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'Deep Throat' Led Salt Lake FBI Office for a Time

'Deep Throat' Led Salt Lake FBI Office for a Time

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Carole Mikita ReportingA frail, 91-year old man faced a media horde outside his California home today. His face mostly in shadows, illuminated by the staccato flash of cameras. It was a fitting way for one of the most shadowy and intriguing figures in American lore to come forward.

Mark Felt, a former FBI agent who had a stint here in Utah is said to be "Deep Throat”, the confidential source who spilled the beans about the "Watergate" scandal that brought down the Richard Nixon presidency. Mark Felt's family members say they're glad he got it off his chest.

Joan Felt, Daughter: “He’s happy. He’s grinning from ear to ear.”

'Deep Throat' Led Salt Lake FBI Office for a Time

The former associate director of the FBI broke his silence in a Vanity Fair article, and the Washington Post later confirmed the report. Felt was the confidential source who put Post reporters Bob Woodward and Carl Bernstein on to the Watergate scandal that ultimately brought down the presidency of Richard Nixon.

Not everyone's calling Felt a hero, certainly not G. Gordon Liddy who served prison time for his role in Watergate.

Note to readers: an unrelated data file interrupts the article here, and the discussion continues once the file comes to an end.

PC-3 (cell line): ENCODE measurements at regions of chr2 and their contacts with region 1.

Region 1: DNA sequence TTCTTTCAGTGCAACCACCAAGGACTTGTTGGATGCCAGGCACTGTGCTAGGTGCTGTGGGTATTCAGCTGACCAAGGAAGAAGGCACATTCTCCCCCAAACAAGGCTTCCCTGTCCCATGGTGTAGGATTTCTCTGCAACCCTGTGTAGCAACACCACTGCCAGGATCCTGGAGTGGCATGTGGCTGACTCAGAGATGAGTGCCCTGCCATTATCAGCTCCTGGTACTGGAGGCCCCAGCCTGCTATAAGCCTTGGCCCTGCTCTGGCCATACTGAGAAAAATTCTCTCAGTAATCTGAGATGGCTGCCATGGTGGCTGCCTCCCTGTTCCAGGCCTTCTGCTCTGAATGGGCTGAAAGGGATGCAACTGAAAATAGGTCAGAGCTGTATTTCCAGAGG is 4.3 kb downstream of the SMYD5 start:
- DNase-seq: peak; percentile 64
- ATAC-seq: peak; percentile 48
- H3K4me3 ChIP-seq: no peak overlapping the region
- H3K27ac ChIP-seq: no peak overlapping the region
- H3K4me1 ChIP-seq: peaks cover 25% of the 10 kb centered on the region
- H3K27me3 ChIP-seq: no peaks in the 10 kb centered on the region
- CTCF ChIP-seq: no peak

G. Gordon Liddy, Watergate Conspirator: “If Mark Felt was Deep Throat, he’s no hero. He’s someone who behaved unethically in that he didn’t take his evidence to a grand jury and seek an indictment. That’s what he should have done.”

Felt's daughter says her father decided to go public when he found out his story could make money to help pay for his grandchildren's education.

For years there was speculation "Deep Throat" had Utah ties. It turns out he did. And there is an even more famous Utahn who helped make this story memorable on film.

The story of Watergate involved men who lived here in different decades and whose influence reached from Salt Lake's FBI office to the big screen. Bob Woodward and Carl Bernstein gave the film rights to Robert Redford. He was producer, as well as star, and told Chris Matthews on 'Hardball' that with the spotlight came responsibility.

Robert Redford "A lot of research became very important. So, when I got that involved in the research with Bob and Carl, who were very generous and certainly very cooperative, I learned more than I ever expected to know about Watergate."

Redford says he asked Woodward early on about 'Deep Throat's' identity, but when the reporter declined to reveal his source, he didn't push him.

Robert Redford: “I figured if bob ever wanted me to know, he'd tell me. And in the meantime, part of me hoped it wouldn't come out because the mystery had such theatrical advantages."

What played out in theatres had been front page news for years, but this story had humble beginnings. Mark Felt was born and raised in Idaho, and from October 1956 to March 1958 was head of Salt Lake's FBI office. A retired Utah agent says he's not surprised by the news.

Louis Bertram: “I think he was protecting the bureau. I think he was protecting the country. Mark Felt would have had the background and the insight and the intelligence and the wherewithal to collect information about these individuals.”

Watergate will be front page news again, there will be more books and who knows, perhaps even another film.

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